Best company is ancestry[dot]com, because they have the largest database and because so many test-takers also have trees. However, to see those trees, you must pay a monthly subscription. For the budget conscious, you can buy a month only every few months; then mine all of the data that you can mine.

      Good luck!

      • Thank you , I will definitely go to ancestry for more information about me. I appreciate your quick response and help

    • Jeff, I see that you replied below on 29-Nov-2020: “I found my birth father his name is Tommy E. Hufford son of Byron Hufford I still have not yet found my mother but that may be a little harder.”

      I do not have in my database a “Tommy E. HUFFORD” who is the son of a “Byron HUFFORD.” I’d love to get you in my database and provide you more info on your HUFFORD line, if you belong on this tree. However, without more info, I can’t place you. … But the fact that your paternal haplogroup is R-L44 and that your biological father’s surname is HUFFORD surely argues strongly for you belong on this tree. … I’ll try to figure out how.

    • BINGO! We’ve figured out what Jeff’s line is: His paternal grandfather was Byron Orland HUFFORD, born 1919 in Milford, Illinois, and died 1995 in Rossville, Illinois. Here is Byron Hufford’s findagrave page:

      Byron was son of Floyd E. HUFFORD (1892-1981), who was the son of Samuel Benjamin HUFFORD (1864-1949), who was the son of Andrew HUFFORD (1827-1881) and Sarah Catharine CRIPE (1833-1907).

      Andrew was son of Abraham (1788-1859), who was the son of Casper (1762-1825), who was the son of Christian HOFFARTH (1716-1788).

      Jeff and I are 4th cousins, with both of us descending from Andrew Hufford and Sarah Catharine Cripe. And Jeff’s autosomal DNA and his paternal haplogroup prove that line for him.

      • Hi, I found my birth father his name is Tommy E. Hufford son of Byron Hufford I still have not yet found my mother but that may be a little harder I hope that helps you if any other questions feel free to contact me , thank you

  3. My number is R-L44.
    I do not know my father’s name and have never meant him or his family. I was born in November of 1963. My mother is no longer alive. The only thing she told me was that my father’s first name was Jim, and he was a Sheriff in Memphis Tennessee. I do not know if this is correct or not. She refused to tell me more. She was living and working in Memphis until she became pregnant with me. She just gave me the last name Miller from her family.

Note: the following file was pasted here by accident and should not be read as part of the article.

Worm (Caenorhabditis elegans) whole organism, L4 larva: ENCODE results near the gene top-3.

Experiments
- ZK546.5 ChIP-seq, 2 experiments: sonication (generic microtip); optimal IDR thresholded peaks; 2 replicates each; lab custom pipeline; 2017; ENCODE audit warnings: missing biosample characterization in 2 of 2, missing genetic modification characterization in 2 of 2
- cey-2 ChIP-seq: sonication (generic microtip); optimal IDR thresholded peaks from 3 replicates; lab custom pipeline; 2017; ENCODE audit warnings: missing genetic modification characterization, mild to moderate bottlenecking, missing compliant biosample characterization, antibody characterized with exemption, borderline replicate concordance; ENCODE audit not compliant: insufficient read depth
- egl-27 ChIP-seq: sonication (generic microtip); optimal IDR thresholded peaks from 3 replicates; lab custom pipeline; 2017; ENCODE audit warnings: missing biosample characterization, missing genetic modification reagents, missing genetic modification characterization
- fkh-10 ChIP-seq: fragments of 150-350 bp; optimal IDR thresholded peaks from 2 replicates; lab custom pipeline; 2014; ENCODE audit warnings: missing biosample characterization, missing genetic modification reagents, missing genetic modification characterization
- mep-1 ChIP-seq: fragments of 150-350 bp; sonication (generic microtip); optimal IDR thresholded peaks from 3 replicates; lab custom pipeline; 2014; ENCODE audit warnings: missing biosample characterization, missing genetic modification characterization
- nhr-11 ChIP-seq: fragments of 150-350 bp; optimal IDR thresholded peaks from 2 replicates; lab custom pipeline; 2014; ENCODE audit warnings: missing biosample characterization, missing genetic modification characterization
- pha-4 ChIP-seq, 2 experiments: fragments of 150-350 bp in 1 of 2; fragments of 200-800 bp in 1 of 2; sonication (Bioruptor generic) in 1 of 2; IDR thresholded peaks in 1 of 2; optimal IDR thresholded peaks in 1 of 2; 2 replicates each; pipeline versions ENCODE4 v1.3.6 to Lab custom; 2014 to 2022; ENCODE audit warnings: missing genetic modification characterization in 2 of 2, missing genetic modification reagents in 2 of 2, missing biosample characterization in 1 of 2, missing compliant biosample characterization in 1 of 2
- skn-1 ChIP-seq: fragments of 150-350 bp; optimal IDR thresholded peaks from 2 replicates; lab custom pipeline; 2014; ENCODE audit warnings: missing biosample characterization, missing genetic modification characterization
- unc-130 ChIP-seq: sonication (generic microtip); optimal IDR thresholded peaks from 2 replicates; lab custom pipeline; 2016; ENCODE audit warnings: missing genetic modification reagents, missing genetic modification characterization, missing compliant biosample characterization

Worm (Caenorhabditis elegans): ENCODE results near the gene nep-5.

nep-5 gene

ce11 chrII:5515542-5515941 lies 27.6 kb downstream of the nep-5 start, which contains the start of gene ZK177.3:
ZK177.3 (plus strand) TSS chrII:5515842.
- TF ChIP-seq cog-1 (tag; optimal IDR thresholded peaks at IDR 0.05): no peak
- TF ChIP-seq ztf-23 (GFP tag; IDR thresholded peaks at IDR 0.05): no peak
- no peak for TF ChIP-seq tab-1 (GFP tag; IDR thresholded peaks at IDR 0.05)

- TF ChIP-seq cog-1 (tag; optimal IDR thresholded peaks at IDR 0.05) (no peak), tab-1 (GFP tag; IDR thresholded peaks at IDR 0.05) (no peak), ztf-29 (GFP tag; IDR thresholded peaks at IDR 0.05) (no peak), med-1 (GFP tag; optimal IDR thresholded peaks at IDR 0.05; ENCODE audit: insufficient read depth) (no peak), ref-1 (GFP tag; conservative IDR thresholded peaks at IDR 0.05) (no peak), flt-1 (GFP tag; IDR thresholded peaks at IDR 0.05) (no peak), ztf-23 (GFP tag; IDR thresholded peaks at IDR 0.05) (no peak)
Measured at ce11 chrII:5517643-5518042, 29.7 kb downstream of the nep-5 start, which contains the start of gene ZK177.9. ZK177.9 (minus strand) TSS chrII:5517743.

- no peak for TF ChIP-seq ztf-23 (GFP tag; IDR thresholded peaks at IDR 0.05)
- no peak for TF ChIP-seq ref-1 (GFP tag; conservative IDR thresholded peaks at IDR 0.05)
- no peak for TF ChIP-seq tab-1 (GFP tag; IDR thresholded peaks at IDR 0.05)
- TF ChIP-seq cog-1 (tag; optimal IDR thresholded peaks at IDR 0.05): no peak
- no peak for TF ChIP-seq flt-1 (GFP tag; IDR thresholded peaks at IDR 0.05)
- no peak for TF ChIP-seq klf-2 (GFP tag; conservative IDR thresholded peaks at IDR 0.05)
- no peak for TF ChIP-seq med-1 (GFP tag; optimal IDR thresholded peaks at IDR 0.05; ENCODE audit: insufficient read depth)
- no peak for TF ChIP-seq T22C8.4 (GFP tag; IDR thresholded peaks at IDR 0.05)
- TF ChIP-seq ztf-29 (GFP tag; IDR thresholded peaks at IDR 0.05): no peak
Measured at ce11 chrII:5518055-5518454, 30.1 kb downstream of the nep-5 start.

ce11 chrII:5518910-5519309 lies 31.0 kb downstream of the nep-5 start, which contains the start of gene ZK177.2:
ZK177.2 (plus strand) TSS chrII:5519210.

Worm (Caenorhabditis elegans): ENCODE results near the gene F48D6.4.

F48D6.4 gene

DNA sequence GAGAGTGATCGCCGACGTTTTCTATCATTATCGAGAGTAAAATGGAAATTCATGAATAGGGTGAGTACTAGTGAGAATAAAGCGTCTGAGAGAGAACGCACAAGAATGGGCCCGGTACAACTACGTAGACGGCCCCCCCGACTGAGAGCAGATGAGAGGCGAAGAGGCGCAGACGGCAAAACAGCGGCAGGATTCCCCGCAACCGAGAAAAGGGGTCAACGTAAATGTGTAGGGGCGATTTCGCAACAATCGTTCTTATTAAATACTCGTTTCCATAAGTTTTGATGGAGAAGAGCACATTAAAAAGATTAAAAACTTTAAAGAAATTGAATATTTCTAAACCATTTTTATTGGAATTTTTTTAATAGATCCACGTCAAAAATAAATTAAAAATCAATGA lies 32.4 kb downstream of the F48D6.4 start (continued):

I am interested in finding anything out about my paternal heritage.

    • Richard,
      Y-DNA alone will not tell you who your father is. I.e., the fact that your Y-DNA is R-L44 does not mean that you are a HUFFORD descendant. Indeed, without other evidence, there’s no reason to think that it’s even likely.

      Before you began your quest, you needed advice from a competent genealogist: Generally, a Y-DNA test is a waste of time for someone hunting for his unknown biological father.

      Here is what you should do:
      (1st) Do an autosomal DNA test at ancestryDOTcom.
      (2nd) Download your raw data after it comes in, and upload it (for free!) at GEDmatch.
      (3rd) Upload your raw data (for free!) at MyHeritage.
      (4th) Upload your raw data (for free!) at familyTreeDNA.
      (5th) Do an autosomal DNA test at 23andMe.

      I.e., you will pay for two autosomal DNA tests (ancestryDOTcom, and 23andMe), but you will be able to fish in five ponds. The biggest and most important pond to be fishing in is ancestryDOTcom. I.e., if money is tight for you, start with just the ancestryDOTcom test.

      If, after your DNA test results come in at ancestryDOTcom, you do a “surname search” for HUFFORD on the trees of your DNA matches and you see some matches, get back with me, and we’ll talk: